Magical show highlights Disability Employment Awareness Month

THE ART OF MAGIC: A special production of “Magic, Mirth & Meaning,” a family-friendly, hourlong production, will take place on Oct. 21. Photo courtesy of The Vanishing Wheelchair

Press release from The Vanishing Wheelchair:

In October, celebrate National Magic Week and Disability Employment Awareness Month with a special production in Asheville.

The Vanishing Wheelchair Little Theatre is the permanent home of the 501(c)(3) nonprofit public charity for people with disabilities, The Vanishing Wheelchair Inc. The Little Theatre at 175 Weaverville Highway, Suite K, in Asheville is the venue for several magic and variety shows for the public and is available for private functions and parties. A special production of “Magic, Mirth & Meaning,” a family-friendly, hourlong production that features storytellers, singers, jugglers and magicians, will be held on Oct. 21 at 3 p.m. The show is free, with donations accepted.

The show is a perfect way to celebrate the month of October as the nation celebrates the role people with disabilities have in our workforce and country. The United States Department of Labor explains: “Reflecting the important role disability plays in workforce diversity, this year’s National Disability Employment Awareness Month theme is ‘Inclusion Drives Innovation.’ Observed each October, NDEAM celebrates the contributions of workers with disabilities and educates about the value of a diverse workforce inclusive of their skills and talents.”

The last week in October is the time of year to celebrate the art of magic. The Society of American Magician’s Web site delves into the history of National Magic Week: “In the summer of 1927, less than one year after the death of Harry Houdini, a “Houdini Day” was established. …A friend of the Houdini’s requested and obtained permission from Mrs. Houdini to proclaim October 31st [the day Houdini died] as National Magic Day in honor of Harry Houdini. A plan was formulated to celebrate this day by having free magic performances for shut-ins and the handicapped, who would otherwise not be able to go out and enjoy a show.”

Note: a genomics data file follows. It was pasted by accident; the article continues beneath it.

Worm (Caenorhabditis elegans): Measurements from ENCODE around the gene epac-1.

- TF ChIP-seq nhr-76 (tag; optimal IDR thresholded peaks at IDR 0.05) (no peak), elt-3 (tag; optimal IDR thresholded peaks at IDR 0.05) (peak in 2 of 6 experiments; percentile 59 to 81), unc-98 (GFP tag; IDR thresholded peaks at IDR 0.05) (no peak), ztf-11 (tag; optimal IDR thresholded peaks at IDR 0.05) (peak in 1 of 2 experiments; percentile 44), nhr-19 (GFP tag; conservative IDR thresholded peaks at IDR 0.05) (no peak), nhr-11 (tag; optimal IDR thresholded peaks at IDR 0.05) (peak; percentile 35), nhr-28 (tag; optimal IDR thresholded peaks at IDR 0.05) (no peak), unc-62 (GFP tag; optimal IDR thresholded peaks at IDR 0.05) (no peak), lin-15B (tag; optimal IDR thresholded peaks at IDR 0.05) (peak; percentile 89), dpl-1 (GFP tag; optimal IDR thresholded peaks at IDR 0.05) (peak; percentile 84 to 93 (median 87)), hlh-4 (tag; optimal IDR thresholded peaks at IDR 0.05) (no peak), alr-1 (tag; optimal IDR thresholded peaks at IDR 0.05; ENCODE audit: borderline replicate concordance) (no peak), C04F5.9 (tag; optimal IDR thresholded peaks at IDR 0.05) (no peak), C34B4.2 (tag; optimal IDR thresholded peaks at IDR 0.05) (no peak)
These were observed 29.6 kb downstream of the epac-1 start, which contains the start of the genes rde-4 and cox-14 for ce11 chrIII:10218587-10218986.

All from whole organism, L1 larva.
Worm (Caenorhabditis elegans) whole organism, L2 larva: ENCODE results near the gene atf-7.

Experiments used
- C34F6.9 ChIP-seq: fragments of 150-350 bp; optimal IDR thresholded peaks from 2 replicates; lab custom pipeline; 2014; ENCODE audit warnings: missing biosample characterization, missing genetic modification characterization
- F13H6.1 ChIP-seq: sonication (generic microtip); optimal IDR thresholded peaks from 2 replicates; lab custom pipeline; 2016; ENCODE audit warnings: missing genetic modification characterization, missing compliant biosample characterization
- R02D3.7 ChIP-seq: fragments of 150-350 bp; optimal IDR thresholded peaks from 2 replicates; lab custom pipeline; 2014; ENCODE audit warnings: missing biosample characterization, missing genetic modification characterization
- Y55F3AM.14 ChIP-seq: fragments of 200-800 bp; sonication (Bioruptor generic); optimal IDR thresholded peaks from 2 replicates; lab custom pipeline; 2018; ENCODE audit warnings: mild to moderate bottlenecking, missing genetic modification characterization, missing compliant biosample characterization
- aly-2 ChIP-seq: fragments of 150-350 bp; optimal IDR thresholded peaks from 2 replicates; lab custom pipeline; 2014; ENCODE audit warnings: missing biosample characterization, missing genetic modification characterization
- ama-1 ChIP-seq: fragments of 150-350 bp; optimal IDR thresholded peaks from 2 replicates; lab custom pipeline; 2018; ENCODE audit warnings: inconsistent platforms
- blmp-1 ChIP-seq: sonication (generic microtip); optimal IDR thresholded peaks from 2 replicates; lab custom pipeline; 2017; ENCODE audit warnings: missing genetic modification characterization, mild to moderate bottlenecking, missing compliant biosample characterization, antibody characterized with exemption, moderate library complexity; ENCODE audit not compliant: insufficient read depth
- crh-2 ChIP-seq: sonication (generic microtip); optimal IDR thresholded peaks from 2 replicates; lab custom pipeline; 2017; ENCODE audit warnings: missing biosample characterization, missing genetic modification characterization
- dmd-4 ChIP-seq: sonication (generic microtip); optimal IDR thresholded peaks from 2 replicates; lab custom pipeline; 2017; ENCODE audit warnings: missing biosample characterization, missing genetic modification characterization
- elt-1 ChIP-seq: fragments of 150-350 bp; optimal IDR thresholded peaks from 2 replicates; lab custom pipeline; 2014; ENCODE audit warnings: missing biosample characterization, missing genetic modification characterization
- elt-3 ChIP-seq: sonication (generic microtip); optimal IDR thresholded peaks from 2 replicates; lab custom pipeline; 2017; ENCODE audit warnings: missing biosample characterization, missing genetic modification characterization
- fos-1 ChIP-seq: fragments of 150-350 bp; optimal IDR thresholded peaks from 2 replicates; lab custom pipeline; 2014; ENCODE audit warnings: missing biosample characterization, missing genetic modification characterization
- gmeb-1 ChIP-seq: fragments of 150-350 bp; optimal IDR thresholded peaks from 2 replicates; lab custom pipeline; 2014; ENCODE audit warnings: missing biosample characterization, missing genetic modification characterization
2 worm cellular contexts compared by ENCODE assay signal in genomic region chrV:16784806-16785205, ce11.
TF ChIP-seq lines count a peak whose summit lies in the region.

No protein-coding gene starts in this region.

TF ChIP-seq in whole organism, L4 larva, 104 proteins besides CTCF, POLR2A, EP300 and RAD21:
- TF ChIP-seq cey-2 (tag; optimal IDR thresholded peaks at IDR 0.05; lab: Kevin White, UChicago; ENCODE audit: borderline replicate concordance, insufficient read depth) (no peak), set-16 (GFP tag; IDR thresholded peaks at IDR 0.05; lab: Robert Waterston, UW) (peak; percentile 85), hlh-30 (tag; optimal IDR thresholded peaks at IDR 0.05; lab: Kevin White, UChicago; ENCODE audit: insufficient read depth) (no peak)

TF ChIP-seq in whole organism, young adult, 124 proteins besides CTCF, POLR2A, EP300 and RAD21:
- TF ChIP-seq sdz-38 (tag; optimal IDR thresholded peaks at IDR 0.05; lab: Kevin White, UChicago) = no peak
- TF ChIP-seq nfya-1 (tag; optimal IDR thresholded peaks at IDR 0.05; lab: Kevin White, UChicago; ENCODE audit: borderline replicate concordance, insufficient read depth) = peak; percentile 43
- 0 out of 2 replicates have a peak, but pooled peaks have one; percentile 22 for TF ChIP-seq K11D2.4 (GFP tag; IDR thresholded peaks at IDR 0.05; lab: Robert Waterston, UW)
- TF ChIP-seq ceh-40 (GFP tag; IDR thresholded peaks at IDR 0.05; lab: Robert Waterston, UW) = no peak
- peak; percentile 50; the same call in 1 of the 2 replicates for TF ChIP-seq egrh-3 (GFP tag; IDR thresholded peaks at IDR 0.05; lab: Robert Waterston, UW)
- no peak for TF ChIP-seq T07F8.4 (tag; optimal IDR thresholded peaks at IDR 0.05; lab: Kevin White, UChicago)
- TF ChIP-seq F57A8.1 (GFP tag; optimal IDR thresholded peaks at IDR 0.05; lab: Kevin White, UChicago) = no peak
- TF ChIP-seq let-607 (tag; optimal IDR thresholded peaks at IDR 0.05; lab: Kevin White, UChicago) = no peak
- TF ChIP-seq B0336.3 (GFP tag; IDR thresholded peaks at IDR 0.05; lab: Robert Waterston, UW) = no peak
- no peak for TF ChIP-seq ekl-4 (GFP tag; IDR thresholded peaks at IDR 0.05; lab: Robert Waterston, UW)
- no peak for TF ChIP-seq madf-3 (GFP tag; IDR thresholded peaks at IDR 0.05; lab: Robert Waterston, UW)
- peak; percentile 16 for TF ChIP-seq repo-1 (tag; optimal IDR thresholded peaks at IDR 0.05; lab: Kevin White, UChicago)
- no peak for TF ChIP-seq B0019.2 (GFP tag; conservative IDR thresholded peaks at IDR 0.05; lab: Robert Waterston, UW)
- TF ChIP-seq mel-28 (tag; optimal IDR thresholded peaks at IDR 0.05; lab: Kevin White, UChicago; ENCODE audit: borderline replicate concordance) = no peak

The show “Magic, Mirth & Meaning” features numerous talents of people with disabilities and those who wish to help them. At any given show, an audience may see singing, storytelling, and, of course, magic. The show appeared and disappeared for several years since the nonprofit’s founding on Nov. 24, 2010. On Feb. 20, 2013 the show began appearing in Asheville on a monthly basis, finding its stride at St. Mary’s Episcopal Church.

The Vanishing Wheelchair has used the proceeds from the events it hosts to launch “All Things Possible” to teach skills in performing, painting, photography, music, crafts, writing and woodworking to people with disabilities. These workshops are available to other nonprofits to share with their clientele and will be conducted at the 175 Weaverville Highway location. Eventually the nonprofit wishes to expand to establish a universally accessible hands-on museum for children to explore the arts and sciences at which people with disabilities can work and continue to learn these skills.

Come support and see what The Vanishing Wheelchair is all about. Tickets may be available at the door, but advance reservations are strongly encouraged, because seating is limited. Purchase tickets online at, contact Magic Central, 175 Weaverville Highway, Suite L, Asheville, North Carolina 28804, or call 828-645-2941.

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